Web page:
This is The Morning Shift, our one-stop daily roundup of all the auto news that's actually important — all in one place at 9:00 AM. Or, you could spend all day waiting for other sites to parse it out to you one story at a time. Isn't your time more important?
We're in that lull that comes after the New York Auto Show but before any real news happens. It'll give us a chance to focus on some larger stories we've had in mind, but it'll also mean less direct product news. So keep the tips coming because we're open to them.
As always, you can drop a tip in our Oppositelock forum, tweet at us, or email us. Now let's get started.
1st Gear: How A Weak Currency Is Going To Help You And Mazda
Mazda is in a strange place. No longer tethered to Ford and with no looming connection to another automaker, Japan's fifth largest car company doesn't have a huge bank of cash behind them (they had to sell a bunch of shares to get the cash they do have). They need to be careful.
Yet, they have a huge inherent advantage because they're an export focused company and Japan's move to dramatically weaken the Yen means they're making a huge profit any time they sell somewhere with a stronger currency (i.e. the U.S.). Bloomberg breaks it down nicely.
What does foreign currency manipulation have to do with you? Simple. If you love driver-focused, bold designs then you should be supporting Mazda anyways. They're more interesting in driving pleasure than any other large automaker. The Mazda3, Mazda6, and Mazda CX-5 all get the Jalopnik seal of approval.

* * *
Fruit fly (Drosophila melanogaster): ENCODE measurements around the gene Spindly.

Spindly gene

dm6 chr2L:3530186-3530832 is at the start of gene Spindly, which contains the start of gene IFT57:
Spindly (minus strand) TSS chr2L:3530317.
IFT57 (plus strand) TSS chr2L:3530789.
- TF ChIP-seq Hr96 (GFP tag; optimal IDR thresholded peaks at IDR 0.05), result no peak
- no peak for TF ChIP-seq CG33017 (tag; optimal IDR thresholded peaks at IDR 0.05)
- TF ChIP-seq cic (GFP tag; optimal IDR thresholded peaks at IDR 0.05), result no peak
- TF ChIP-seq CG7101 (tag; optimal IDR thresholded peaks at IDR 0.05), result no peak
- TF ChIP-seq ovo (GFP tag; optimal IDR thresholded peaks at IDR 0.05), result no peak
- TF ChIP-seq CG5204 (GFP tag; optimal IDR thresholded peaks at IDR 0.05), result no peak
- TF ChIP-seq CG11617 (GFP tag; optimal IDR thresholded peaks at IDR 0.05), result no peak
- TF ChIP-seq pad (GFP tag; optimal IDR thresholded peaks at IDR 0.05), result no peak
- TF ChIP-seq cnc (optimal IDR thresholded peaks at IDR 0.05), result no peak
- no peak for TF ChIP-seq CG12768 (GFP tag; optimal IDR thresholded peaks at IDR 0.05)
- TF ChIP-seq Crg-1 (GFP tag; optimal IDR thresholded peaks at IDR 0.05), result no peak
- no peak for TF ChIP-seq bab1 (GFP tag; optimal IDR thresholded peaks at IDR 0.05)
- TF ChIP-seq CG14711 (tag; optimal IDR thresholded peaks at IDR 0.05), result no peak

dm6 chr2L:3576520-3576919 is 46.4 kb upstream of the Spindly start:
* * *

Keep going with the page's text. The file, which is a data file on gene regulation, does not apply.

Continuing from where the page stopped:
Even if you didn't care about all that, Mazda can make the same profit on a vehicle with a lower price than it offered previously. This means volume is suddenly more important to Mazda which means one could reasonably expect incentives to go up. I.e., go buy a Mazda while the buying is good.
2nd Gear: This Is The Citroën C4 Picasso
I love French cars. They're so… French.
The Citroën C4 Picasso gets a new look (curiously similar to the 2014 Jeep Cherokee) and what they're calling a "loft-style interior." The car is built in the company's Efficient Modular Platform 2, which it shares with Peugeot, which squeezes more space into a smaller footprint.
Since there's no risk of them selling this car in the United States it gets a range of tiny diesel and gasoline engines.
3rd Gear: Hyundai's Suspension Problem
I generally like Korean cars, as well, although they're like the opposite of French wines: the newer ones are always better. For example: the Feds are probing Hyundai over 393,000 Hyundai Sonatas built between 2006 and 2008 for suspension rust.
Six cars have reported suspension failures due to frame cost on the control arms, with three at highway speeds. Investigators are trying to determine if that's a problem big enough to cause a recall.
No crashes or injuries have been reported and thus, so far as we can tell, no… fiery deaths.
4th Gear: The Midsize Trucks Are Returning Soonish